Memory Monday: The First Time I Self-Injected Insulin!

One Monday per month, I’ll take a trip down memory lane and reflect on how much my diabetes thoughts, feelings, and experiences have unfolded over the years. Today, I remember…

…the first time I self-injected insulin and how absolutely terrified the mere thought of doing so made me.

Since I’ve never really minded needles that much, you’d think that self-injecting would be a cinch for me. That couldn’t be further from the truth, at least for the first few times that I had to do it.

It goes back to one endocrinologist appointment when I was nine, maybe ten years old. My doctor and my parents were talking about how I was reaching an age where I should start to take on a little bit more responsibility in terms of my diabetes care. I don’t remember whether my endo or my parents suggested it, but one of the two parties said that a good starting place would be to start giving myself my own insulin.

Initially, I protested. I hated the idea. But I warmed up to it when my parents reassured me that they would check the syringe for me before I stuck it into my skin. At this point in time, I’d practiced drawing up my own insulin dosages. I’d pass the syringe along to my mother or father for the actual injection. So I had the first step in the process down pat, and it only made sense for me to put two and two together and do it all independently.

Since I was hemming and hawing over the prospect, though, my endo had the brilliant idea to practice on my father with a saline injection right then and there, given that he was willing for me to do it. As he rolled up his sleeve, I grinned wickedly (I was annoyed with him for some trivial reason that day) and waited while my doctor prepared the saline injection. As she brought it over, I panicked a little, and I must’ve asked two or three times whether it was actually safe for me to do this. Because even if I was irritated with him, for whatever stupid thing it was, I didn’t actually want to hurt him.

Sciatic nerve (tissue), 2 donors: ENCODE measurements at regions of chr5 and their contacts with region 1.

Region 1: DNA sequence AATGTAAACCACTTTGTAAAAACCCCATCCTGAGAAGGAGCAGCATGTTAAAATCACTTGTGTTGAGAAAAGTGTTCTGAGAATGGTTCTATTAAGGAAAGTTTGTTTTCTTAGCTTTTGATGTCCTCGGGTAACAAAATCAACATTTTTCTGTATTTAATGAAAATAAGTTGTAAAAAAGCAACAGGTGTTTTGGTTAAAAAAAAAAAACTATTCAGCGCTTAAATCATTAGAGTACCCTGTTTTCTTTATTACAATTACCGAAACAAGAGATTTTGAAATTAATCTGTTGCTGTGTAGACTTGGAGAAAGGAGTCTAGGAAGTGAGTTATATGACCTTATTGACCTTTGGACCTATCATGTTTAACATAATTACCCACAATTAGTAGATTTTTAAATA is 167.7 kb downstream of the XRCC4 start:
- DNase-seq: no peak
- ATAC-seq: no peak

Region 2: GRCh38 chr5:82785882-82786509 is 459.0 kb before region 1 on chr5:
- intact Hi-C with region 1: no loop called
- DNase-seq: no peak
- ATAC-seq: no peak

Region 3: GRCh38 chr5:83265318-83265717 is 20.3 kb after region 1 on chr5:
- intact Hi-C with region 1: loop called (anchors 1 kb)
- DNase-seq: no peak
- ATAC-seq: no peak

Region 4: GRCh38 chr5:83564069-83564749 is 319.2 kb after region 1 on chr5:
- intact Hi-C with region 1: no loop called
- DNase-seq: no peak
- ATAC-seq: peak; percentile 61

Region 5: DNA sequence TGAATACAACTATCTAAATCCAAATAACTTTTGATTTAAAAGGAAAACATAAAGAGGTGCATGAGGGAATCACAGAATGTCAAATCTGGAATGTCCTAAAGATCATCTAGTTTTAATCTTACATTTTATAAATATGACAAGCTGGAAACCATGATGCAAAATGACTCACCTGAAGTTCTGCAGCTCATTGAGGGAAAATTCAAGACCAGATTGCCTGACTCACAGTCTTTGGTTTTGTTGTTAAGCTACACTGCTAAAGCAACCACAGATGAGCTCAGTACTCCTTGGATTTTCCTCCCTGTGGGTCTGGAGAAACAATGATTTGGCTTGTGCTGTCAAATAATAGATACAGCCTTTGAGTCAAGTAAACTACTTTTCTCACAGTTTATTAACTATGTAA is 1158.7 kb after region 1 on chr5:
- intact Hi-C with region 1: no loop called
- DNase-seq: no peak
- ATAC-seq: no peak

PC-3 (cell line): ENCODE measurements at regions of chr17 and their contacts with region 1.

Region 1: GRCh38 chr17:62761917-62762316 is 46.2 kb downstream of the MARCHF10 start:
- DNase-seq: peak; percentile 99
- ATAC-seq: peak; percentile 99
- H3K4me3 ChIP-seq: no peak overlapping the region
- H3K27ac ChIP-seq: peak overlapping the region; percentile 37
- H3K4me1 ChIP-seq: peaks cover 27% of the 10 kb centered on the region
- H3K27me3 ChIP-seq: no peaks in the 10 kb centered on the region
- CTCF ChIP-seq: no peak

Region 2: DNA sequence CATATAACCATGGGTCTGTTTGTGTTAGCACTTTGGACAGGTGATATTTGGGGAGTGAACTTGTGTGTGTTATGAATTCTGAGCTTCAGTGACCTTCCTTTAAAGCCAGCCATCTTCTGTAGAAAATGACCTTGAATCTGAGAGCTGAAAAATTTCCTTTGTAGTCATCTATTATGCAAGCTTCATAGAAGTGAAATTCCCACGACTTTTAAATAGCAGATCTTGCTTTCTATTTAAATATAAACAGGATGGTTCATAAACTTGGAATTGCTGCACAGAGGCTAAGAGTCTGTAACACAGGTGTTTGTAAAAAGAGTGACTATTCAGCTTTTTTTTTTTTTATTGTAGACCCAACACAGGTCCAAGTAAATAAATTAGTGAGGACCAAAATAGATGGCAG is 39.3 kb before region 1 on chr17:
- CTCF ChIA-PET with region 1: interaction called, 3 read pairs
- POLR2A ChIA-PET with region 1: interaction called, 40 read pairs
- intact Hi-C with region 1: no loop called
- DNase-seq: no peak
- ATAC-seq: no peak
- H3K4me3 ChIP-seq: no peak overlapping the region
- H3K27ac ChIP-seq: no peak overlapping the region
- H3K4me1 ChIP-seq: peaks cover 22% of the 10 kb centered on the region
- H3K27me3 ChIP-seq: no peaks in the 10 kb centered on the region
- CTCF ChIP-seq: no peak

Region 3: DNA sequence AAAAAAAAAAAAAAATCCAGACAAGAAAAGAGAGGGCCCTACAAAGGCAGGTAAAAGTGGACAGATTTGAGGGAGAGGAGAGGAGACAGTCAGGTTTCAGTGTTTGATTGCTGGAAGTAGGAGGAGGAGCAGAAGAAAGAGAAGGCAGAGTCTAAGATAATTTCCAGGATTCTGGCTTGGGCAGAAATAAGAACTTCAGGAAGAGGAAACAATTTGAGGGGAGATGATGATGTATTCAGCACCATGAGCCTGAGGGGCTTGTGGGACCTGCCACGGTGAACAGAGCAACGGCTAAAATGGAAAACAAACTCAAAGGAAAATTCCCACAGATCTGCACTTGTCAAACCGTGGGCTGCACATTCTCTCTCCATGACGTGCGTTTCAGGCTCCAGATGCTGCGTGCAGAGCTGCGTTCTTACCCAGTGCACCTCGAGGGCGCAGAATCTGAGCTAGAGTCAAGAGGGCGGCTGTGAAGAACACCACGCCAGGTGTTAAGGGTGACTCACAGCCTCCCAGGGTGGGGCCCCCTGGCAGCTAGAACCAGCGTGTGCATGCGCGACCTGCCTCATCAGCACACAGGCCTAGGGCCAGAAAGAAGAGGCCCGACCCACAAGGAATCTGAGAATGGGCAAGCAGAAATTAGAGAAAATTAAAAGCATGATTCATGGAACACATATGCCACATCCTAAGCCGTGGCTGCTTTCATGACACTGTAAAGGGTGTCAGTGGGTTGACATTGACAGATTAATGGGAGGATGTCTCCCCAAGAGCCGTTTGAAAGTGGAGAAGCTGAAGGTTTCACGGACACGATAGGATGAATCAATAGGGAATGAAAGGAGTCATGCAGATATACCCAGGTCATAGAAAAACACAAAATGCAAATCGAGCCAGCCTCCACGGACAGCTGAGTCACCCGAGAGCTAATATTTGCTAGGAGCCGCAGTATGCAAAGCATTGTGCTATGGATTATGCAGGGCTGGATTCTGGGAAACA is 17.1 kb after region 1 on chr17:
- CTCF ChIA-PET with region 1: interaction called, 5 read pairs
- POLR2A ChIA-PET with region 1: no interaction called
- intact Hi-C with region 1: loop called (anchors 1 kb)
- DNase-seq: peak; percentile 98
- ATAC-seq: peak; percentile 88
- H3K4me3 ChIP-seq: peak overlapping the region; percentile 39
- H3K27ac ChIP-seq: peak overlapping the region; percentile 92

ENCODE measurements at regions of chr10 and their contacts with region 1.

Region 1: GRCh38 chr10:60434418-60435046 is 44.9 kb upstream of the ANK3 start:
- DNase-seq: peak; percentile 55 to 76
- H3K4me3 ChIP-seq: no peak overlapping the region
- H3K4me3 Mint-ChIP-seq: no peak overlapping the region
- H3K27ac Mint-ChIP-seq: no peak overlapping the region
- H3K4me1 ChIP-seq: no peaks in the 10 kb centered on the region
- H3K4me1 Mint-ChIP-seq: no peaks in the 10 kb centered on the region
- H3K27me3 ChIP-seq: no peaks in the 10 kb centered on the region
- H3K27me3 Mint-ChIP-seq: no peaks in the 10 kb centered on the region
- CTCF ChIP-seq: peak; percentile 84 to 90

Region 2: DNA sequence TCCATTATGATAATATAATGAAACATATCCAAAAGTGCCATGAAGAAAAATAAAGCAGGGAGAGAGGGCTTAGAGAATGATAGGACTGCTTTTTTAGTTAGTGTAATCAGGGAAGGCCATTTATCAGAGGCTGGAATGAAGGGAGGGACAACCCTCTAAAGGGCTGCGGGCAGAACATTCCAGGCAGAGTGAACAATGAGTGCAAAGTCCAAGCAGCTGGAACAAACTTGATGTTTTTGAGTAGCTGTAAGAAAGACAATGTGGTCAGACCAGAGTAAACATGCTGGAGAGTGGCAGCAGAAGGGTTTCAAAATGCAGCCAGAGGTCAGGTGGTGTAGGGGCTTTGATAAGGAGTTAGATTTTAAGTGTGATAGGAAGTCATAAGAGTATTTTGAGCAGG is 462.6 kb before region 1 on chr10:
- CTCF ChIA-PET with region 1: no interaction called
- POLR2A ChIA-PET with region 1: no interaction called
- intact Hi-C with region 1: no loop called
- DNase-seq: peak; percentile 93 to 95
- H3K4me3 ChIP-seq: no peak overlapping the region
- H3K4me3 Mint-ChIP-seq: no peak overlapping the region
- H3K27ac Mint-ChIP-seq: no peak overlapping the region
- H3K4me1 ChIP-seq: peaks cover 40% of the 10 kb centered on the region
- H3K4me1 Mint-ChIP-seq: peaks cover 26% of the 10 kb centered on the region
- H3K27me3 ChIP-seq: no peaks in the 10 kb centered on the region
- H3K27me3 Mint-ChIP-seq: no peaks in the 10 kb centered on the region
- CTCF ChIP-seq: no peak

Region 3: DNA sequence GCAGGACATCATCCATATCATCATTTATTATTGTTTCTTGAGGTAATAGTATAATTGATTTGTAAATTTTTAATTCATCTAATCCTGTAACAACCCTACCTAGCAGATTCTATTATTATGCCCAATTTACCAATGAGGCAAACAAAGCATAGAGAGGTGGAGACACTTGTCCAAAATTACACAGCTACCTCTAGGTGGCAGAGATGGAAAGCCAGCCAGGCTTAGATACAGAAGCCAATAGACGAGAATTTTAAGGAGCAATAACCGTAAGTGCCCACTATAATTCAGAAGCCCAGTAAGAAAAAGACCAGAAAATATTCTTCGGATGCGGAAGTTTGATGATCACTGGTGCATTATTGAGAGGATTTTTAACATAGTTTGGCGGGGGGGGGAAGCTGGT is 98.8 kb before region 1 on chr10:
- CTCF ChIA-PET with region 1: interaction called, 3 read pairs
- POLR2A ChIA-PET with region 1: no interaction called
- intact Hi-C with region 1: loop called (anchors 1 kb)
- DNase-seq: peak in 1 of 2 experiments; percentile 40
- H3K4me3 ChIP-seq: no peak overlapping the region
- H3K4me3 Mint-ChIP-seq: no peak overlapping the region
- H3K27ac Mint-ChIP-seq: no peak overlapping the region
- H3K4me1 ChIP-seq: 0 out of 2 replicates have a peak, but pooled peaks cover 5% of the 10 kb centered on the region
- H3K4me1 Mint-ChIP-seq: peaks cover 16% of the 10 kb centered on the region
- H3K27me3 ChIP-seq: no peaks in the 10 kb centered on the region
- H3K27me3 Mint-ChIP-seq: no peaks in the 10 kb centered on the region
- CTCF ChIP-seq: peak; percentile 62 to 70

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Once I was adequately assured that the injection would be harmless, I took the syringe into my hand, took a deep breath, and stuck it into my dad’s arm. I remember pushing down on the plunger slowly, and my dad sitting in the chair, totally composed and un-bothered by the sensation. When I took the needle out of his arm, I exhaled loudly, not realizing that I had been holding my breath the whole time. What can I say, it was a nerve-wracking feeling. It’s not every day that you learn how to inject yourself, or someone else for that matter, with a syringe.

Over the course of the next week or two, I practiced my new skill on oranges supplied to me courtesy of my parents. With each practice injection, my confidence grew and I realized that it wasn’t that scary. I would press the orange against my leg or my arm, pinch at its peel, and give it an injection of salt water – super quick, super easy.

In no time at all, I felt brave enough to give myself my first self-injection. Just like I did with my dad in the doctor’s office, I breathed deeply before plunging it into my leg, exhaling only when I was done. And I felt the satisfaction of having done it on my own, which was sweeter than I thought it would be.

Working up the courage to self-inject is just one example of many experiences I’ve had with diabetes and being afraid to try something new. Whether it was trying a CGM for the first time or transitioning to a pump, each new thing I introduced to my diabetes care and management routine scared the hell out of me at first. But just like I proved to myself that self-injecting was nothing to be afraid of, I’ve shown myself time and time again that new things for diabetes aren’t always so bad.